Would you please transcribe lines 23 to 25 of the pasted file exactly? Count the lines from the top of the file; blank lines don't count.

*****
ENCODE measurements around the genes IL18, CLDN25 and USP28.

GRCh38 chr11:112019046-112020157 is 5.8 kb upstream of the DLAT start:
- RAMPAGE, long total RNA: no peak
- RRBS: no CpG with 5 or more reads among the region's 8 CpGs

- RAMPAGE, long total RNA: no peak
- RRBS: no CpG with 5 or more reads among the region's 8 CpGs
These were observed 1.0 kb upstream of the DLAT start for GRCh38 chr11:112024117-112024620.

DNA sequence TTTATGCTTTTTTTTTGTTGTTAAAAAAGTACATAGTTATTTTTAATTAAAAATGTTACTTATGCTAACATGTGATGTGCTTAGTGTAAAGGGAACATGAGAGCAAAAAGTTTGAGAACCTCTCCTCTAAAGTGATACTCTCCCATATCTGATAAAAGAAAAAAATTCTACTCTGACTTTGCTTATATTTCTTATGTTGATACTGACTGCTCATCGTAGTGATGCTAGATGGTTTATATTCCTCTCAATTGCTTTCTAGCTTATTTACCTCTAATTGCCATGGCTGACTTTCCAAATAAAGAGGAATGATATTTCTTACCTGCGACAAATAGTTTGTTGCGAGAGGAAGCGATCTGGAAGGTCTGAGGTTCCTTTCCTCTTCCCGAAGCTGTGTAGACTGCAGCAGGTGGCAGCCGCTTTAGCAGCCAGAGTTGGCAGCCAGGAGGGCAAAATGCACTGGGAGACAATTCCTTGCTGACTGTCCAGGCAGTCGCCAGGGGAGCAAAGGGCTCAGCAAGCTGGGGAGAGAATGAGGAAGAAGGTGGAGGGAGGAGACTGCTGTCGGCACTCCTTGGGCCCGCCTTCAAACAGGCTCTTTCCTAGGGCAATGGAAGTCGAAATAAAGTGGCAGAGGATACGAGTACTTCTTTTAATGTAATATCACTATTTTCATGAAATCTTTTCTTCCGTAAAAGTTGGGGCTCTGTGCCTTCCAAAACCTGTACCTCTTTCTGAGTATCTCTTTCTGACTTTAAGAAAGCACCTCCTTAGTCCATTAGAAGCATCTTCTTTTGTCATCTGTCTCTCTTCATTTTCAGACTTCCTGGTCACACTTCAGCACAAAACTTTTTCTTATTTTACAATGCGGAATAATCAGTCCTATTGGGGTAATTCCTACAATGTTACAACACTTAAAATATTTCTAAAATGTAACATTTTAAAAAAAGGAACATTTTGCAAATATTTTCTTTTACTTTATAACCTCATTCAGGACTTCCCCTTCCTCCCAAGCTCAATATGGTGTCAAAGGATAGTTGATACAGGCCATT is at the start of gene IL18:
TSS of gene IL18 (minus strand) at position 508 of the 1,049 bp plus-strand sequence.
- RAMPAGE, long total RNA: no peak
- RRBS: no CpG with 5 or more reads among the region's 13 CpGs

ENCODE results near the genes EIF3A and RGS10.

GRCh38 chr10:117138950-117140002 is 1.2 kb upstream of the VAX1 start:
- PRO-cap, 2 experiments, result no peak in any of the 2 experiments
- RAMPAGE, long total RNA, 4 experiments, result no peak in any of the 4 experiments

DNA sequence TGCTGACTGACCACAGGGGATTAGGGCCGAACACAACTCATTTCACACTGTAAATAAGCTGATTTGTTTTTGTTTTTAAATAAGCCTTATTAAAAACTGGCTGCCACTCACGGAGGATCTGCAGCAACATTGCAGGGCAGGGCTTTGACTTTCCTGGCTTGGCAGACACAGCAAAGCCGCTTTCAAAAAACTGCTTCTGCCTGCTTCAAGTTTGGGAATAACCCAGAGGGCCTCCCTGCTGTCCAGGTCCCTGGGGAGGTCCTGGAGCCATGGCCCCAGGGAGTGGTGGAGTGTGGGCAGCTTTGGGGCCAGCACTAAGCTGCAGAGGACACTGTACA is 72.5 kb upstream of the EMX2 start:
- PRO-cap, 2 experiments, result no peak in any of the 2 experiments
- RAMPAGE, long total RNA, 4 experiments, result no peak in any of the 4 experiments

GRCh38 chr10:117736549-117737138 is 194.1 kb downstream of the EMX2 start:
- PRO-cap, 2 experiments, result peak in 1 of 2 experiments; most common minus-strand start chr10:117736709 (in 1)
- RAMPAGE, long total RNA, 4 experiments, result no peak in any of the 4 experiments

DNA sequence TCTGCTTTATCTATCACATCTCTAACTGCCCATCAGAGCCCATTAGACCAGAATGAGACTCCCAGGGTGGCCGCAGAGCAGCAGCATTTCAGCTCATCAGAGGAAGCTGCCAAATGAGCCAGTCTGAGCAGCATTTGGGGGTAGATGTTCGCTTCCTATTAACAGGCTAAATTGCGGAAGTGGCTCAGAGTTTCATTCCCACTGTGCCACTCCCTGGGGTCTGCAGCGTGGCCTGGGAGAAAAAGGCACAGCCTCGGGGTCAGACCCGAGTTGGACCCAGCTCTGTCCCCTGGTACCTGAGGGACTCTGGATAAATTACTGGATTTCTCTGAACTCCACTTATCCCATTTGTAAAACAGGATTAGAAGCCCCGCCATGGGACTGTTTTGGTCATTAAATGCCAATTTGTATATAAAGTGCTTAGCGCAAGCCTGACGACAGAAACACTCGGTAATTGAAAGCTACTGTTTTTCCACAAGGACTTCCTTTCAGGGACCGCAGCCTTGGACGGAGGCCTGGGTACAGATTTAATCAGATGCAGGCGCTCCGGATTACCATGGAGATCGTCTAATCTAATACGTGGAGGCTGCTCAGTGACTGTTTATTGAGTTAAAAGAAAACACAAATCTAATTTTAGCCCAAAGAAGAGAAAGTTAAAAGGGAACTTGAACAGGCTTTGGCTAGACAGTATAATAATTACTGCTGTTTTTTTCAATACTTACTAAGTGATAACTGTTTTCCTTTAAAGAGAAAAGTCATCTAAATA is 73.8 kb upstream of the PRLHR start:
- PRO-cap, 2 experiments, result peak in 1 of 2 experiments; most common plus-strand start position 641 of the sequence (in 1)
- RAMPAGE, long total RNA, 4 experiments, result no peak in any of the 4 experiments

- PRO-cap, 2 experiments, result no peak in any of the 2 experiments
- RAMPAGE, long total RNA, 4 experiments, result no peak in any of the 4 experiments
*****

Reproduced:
- PRO-cap, 2 experiments, result peak in 1 of 2 experiments; most common plus-strand start position 641 of the sequence (in 1)
- RAMPAGE, long total RNA, 4 experiments, result no peak in any of the 4 experiments

- PRO-cap, 2 experiments, result no peak in any of the 2 experiments